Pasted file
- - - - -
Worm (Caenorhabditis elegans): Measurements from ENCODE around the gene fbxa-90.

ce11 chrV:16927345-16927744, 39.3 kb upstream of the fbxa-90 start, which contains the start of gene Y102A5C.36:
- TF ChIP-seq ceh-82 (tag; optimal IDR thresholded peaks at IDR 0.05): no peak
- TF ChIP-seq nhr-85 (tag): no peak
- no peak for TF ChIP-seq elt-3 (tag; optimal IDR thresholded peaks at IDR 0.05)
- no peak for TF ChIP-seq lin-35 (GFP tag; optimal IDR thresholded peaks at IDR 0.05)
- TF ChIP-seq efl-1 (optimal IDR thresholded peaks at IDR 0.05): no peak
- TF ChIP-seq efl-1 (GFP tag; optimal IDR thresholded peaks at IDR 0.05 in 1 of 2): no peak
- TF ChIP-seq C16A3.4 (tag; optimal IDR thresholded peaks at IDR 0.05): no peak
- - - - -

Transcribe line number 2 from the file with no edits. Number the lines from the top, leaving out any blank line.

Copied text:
ce11 chrV:16927345-16927744, 39.3 kb upstream of the fbxa-90 start, which contains the start of gene Y102A5C.36: